Never Blow Dry!

There is only one line in the Pumi AKC breed standard written in bold italics when it is seen in the original format:

The coat must never appear fluffed and blown dry, obscuring the characteristic curls.

Blow drying a Mudi coat is a big “no no” in a conformation ring because this active and versatile breed is covered with curls or corkscrews all over its glorious body. Unlike the Puli or Mudi with whom the breed shares a common ancestry, the Pumi is neither corded nor straight and smooth coated. Rather, a Pumi coat consists of 50% soft hair and 50% harsher hair, the combination of wavy and curly hair forming curls that go all the way down to the skin. Not all Pumik have curls that are “uber” tight, and sometimes they don’t appear until a dog is two or three years old, but the coat must be curled and form locks. Leg hair may have different types of curls, but they are curls, nonetheless.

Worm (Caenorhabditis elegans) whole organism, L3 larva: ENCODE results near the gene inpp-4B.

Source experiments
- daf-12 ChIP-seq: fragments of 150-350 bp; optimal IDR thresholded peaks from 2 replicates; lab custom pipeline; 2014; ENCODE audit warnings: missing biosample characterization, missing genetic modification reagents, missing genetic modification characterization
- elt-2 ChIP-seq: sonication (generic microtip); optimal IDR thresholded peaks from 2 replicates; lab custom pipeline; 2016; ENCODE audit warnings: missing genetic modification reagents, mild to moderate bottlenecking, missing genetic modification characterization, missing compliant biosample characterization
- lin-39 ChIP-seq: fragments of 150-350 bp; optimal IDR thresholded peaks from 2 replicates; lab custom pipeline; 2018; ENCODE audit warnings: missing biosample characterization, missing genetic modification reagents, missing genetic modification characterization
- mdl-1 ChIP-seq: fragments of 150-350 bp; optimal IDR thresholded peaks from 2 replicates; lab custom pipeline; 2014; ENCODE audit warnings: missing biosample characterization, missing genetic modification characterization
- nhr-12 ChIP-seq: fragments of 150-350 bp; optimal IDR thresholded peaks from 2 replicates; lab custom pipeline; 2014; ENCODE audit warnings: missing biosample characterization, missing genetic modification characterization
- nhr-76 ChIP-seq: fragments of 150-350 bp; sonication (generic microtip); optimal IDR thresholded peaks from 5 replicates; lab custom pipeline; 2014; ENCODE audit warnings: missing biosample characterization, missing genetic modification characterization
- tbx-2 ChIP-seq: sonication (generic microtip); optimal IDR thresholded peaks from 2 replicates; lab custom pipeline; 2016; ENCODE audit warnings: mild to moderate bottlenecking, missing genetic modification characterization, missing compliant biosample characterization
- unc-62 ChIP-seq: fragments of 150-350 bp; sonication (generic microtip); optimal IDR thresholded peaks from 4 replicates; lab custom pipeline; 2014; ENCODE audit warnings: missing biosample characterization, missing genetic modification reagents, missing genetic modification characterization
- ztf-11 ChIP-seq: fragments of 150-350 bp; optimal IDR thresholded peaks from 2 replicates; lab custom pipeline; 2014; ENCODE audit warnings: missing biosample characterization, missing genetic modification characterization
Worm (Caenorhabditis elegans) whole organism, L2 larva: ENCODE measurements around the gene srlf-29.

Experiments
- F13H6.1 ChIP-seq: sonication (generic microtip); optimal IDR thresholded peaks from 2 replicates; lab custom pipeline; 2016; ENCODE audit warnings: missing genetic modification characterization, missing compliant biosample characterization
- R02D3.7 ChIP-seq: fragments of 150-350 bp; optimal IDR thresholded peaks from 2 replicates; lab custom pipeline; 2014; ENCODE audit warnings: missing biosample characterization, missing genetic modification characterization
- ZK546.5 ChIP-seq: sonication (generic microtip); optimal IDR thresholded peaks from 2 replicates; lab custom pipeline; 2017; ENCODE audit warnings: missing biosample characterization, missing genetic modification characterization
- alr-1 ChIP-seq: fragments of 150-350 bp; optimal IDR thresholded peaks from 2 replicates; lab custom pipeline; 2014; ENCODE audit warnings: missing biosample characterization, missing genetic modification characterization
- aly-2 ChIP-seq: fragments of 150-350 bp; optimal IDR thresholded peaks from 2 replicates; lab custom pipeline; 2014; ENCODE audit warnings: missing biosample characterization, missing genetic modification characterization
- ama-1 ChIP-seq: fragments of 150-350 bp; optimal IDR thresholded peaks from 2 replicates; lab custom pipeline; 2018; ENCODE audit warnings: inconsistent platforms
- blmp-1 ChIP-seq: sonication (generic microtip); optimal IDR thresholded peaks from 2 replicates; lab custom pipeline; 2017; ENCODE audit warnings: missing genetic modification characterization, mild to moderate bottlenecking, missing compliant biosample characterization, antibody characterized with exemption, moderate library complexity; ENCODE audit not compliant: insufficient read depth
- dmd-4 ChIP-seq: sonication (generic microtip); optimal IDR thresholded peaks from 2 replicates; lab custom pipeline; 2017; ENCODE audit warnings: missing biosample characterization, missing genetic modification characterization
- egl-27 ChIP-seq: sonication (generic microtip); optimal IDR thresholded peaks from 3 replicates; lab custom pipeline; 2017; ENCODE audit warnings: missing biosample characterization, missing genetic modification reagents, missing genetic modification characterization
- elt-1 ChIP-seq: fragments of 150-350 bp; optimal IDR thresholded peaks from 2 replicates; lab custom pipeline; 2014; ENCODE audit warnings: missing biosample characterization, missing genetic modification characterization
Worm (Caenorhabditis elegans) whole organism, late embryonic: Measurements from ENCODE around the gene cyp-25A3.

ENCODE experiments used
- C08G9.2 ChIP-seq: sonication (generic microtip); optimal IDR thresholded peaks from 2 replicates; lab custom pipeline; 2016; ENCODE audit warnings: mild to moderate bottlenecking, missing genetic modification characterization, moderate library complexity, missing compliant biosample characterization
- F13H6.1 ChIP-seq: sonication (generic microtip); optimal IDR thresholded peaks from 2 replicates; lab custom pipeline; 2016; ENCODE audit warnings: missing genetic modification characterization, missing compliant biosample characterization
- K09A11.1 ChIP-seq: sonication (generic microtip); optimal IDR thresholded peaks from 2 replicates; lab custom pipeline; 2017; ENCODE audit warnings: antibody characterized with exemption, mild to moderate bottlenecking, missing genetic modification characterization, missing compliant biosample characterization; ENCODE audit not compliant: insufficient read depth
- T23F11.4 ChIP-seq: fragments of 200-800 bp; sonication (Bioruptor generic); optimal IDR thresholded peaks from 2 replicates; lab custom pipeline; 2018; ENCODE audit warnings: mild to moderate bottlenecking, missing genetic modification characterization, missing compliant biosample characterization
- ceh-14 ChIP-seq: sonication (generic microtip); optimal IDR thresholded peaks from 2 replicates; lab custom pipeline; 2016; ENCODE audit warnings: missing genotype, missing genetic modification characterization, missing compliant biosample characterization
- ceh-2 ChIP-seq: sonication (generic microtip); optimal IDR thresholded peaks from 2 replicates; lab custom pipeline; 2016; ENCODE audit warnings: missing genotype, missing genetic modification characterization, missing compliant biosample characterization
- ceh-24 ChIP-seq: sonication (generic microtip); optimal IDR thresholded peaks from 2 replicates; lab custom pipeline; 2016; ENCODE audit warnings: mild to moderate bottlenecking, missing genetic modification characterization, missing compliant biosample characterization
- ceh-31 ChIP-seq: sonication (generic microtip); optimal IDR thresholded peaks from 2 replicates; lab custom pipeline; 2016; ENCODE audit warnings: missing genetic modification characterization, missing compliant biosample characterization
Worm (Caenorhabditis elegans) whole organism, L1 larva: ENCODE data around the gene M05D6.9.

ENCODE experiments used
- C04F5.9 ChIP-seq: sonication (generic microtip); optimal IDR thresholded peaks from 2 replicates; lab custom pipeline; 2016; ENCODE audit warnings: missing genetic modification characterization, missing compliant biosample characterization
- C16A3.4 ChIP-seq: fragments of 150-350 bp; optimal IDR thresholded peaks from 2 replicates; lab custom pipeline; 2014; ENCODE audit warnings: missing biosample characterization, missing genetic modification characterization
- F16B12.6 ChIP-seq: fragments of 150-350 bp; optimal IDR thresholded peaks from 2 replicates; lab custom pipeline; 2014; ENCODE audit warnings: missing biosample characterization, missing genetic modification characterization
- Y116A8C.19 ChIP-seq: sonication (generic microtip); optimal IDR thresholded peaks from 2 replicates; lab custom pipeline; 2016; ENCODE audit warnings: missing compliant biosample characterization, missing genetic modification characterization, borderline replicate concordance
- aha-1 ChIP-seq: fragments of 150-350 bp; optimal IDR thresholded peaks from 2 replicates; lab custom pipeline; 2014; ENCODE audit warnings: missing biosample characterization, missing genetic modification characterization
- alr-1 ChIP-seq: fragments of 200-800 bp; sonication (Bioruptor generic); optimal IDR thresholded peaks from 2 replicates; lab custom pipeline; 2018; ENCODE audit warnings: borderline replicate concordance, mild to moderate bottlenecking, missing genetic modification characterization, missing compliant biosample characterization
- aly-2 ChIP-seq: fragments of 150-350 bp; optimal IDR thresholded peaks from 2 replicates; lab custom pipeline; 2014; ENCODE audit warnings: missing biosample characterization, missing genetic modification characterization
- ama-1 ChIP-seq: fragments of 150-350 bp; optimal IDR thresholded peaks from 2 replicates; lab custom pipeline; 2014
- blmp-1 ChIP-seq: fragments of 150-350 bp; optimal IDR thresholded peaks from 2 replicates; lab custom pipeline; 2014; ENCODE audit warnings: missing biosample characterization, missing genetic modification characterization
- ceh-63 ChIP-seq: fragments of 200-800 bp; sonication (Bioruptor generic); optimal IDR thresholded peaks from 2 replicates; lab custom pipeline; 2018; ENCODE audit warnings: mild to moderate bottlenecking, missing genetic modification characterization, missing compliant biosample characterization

If a judge cannot tell if the dog on which they have their hands has a correct coat or not, chances are good that it has been blown dry because the only way to get these curls is to let the coat dry naturally.

This isn’t just a “show” thing. The Pumi’s coat serves a functional purpose; the curls provide insulation through various weather conditions and are virtually weather-resistant, a very important quality in a working dog that has herded sheep, cattle, pigs and geese for a very long time.

An insightful explanation of the Pumi coat can be found in an article written by Chris Levy who also provides illustrations; That article can be read here. 

 Image: Pumi by LA Shepherd


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